Newport tip: A contradiction in terms

The crisp morning air pinches my nose, despite the warmth coursing through me on my brisk walk. It's the kind of autumnal morning on which you want to gulp lungfuls of the air - but you wouldn't want to do that here. Newport, the East Yorkshire village I grew up in, is cloaked by agricultural land. With its ponds and canal, it's a pretty spot. For me, it conjures memories of childhood. The setting is certainly different to the one that provides a setting for my brisk daily walks in Zurich. It's flatter, more unkempt and has unruly hedgerows that, today, look glorious set against the one-shade-of-blue sky.

But there's that problem of inhaling. If I mentioned the landscape were flat, that is true but for one patch of land to my left. Here, a grassy bulge rises beyond the field. It is covered in grass, as if to disguise its revolting nature. It cannot disguise the smell: a faint tinge of rot in the air, stronger when the wind gusts. The M62 rubbish tip operated by City Plant Ltd is filled with up to 70,000 tonnes of waste a year. Fresh waste is supposed to be covered by soil daily, but is often left open. The smell makes you want to hold your nose, or worse, vomit. It is unbelievable that waste is still being dumped there despite a ban by the environment agency. I feel so sorry for the people who live even closer to it, whose lives have been ruined by human wastefulness. The great irony is that to the left of the tip stands an army of wind turbines - an effort to clean up the energy in a country that fills its ground with rubbish.

Rural heaven in the Ariège, France

Sunshine is warming the sheer mountainside, gilding the rooftops far below in the valley and the dense woodland around. But I am standing 900 metres inside a vast cavern, delving my hands into my pockets for warmth. The Grotte de Niaux, close to Tarascon in the French Pyrenees, is home to cave art dating from around 12,000 BC. It's a cool 12 degrees Celsius inside, to preserve the exquisite line drawings in manganese oxide on the walls. Seeing the bison and horses, admirable representations even by today's standards, was high on my wish list for our holiday to Foix in the Ariège region.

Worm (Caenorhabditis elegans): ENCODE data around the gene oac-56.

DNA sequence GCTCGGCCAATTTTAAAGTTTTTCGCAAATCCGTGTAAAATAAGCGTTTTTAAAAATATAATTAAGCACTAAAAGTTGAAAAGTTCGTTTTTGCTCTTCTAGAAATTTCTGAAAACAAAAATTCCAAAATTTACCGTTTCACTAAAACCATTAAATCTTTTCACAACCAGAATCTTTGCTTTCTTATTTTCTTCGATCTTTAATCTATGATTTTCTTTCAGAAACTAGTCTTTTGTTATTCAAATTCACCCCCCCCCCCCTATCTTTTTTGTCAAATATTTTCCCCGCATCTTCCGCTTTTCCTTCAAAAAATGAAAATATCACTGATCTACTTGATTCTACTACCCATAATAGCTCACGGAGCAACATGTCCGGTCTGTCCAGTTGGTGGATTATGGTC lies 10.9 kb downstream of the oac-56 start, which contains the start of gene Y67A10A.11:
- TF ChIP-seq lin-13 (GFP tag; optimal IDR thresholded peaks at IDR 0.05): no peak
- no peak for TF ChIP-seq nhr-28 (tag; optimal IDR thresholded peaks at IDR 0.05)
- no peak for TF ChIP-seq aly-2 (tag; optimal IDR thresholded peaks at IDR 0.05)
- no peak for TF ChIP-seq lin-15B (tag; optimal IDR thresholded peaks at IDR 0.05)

We'd arrived late on Saturday evening after driving through Switzerland and France, via the striking Roman aqueduct Pont du Gard, to our base in La Mouline. La Scierie gites, run by a friendly English family, provided an ideal base and a quaint, if basic, rural retreat with a vast garden and a bakery within walking distance.

Waking to sunshine every day, we soon set about exploring the sights the region has to offer. Chief among them are the Cathar castles, many of which provide ideal start- and end-points for mountain walks. Roquefixade, a crumbling ruin perched above the eponymous village with awe-inspiring 360-degree views, was a nice introduction to the area, while Lordat castle provided an elegant gateway to a mountain walk up to the Etang d'Appy in the Massif de Tabe. The gently ascending route took us past grazing donkeys and cows with jingling bells, finally culminating in a tempting lake (paddling was irresistible) with views across the Pyrenees.

We also hiked up to Montsegur, the last Cathar stronghold, precipitously perched on a ledge. If the scenery was made to be hiked, the Bains du Couloubret at Ax-les-Thermes provided the antidote to aching legs. Relaxing in the up to 38-degrees Celsius water while gazing at summits did away with tension in the muscles. Well-deserved eclairs from one of myriad patisseries in the area were literally the icing on the cake. (Our favourites were from Mazas in Foix).

Indeed food was - as you would expect in France - one unforgettable aspect. From the fresh ingredients served up in restaurants (La Barguillere in Saint Pierre de Riviere being the finest we tried) to the bread from local boulangeries and the local wine and Dutch cheese (yes, really) from Marcel next door to La Scierie, it was all mouth-wateringly good.

How the French have their values sorted: we spent evenings sitting in the garden listening to the gurgling river, feeling the sun warm our faces. We enjoyed conversations with the really friendly locals, and spent days on the mountains without encountering another soul. And those humbling sights we saw - like the cave art I am now looking at - remind you what life is really about. The perfect relaxing week in a rural corner that I would like to return to again and again, and certainly every time I need a breather from the hectic everyday.
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